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What are hematologic cancers?

Hematologic cancers are a group of malignant diseases that arise from cells in the bone marrow or lymphatic tissues. Malignant diseases are characterized by abnormal (cancerous) cells that divide uncontrollably, producing much larger quantities than the body needs. The cancerous cells in hematologic cancers are derived from types of white blood cells. Hematologic cancers may also be referred to as blood cancers. They primarily include leukemia, lymphoma, and myeloma. In the United States, they currently account for approximately 10 percent of newly diagnosed cancers and close to 10 percent of cancer deaths.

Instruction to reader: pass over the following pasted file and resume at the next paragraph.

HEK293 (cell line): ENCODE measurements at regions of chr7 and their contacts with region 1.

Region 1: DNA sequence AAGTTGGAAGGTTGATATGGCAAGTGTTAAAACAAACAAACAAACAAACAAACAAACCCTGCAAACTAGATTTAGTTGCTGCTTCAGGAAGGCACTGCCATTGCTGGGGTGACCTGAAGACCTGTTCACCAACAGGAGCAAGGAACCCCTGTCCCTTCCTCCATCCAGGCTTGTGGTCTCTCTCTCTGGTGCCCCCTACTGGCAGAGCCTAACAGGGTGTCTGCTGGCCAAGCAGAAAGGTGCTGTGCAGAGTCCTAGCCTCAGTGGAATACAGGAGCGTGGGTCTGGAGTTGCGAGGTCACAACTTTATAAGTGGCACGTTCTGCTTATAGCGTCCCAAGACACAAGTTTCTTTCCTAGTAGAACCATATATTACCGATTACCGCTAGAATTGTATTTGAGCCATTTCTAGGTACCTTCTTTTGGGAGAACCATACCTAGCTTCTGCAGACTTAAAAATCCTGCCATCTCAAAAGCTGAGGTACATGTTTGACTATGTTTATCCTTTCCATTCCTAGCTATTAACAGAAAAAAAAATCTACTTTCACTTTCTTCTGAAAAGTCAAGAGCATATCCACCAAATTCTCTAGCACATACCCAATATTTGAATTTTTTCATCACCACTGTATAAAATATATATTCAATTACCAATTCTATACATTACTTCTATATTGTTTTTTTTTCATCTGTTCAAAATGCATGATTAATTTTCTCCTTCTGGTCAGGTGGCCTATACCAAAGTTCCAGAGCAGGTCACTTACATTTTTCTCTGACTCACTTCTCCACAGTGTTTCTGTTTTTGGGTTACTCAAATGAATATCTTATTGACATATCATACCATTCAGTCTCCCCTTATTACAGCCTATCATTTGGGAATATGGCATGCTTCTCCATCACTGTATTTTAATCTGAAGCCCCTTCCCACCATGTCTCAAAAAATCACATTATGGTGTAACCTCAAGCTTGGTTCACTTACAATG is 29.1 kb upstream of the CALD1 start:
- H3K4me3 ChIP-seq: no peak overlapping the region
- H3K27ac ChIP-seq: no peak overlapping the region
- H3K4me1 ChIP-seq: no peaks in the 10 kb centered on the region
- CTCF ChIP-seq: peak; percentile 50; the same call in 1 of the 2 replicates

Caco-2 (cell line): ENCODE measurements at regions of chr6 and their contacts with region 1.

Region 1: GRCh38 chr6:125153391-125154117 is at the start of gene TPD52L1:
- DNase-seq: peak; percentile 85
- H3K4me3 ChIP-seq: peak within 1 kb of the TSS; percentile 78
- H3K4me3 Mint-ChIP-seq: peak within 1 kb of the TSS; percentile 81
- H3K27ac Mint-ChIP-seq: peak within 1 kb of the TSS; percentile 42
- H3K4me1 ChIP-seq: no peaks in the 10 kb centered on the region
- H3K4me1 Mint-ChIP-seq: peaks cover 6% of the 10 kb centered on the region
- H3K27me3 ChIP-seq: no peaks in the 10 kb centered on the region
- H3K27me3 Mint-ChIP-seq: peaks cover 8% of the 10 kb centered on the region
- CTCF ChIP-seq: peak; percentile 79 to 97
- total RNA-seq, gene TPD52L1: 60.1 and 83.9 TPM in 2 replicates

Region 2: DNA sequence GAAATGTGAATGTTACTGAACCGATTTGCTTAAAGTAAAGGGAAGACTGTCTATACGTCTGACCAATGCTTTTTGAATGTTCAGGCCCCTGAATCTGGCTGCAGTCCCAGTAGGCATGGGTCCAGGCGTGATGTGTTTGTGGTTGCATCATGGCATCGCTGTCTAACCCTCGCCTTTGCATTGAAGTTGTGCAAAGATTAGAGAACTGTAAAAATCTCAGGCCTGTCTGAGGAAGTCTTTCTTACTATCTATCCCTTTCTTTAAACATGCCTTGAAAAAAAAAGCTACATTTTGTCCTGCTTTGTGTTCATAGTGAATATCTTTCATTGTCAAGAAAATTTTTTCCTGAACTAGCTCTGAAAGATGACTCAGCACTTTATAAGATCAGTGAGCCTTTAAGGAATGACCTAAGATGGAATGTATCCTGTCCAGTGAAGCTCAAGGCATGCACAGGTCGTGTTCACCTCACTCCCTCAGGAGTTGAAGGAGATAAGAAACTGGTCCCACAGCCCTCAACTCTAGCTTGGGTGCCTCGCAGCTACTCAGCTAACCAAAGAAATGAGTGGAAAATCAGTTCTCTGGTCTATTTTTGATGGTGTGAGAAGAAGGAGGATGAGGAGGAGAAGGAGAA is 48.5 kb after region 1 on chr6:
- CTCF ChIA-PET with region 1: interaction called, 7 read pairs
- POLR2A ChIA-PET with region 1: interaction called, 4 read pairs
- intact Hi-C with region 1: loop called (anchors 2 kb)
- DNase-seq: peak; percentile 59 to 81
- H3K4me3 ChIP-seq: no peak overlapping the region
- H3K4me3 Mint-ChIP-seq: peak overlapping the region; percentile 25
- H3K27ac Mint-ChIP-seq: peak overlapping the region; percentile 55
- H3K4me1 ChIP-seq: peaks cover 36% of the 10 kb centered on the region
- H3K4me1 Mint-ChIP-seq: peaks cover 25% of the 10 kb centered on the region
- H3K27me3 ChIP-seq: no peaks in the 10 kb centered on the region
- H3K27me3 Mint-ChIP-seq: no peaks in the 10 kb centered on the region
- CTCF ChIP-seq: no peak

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Important: This content reflects information from various individuals and organizations and may offer alternative or opposing points of view. It should not be used for medical advice, diagnosis or treatment. As always, you should consult with your healthcare provider about your specific health needs.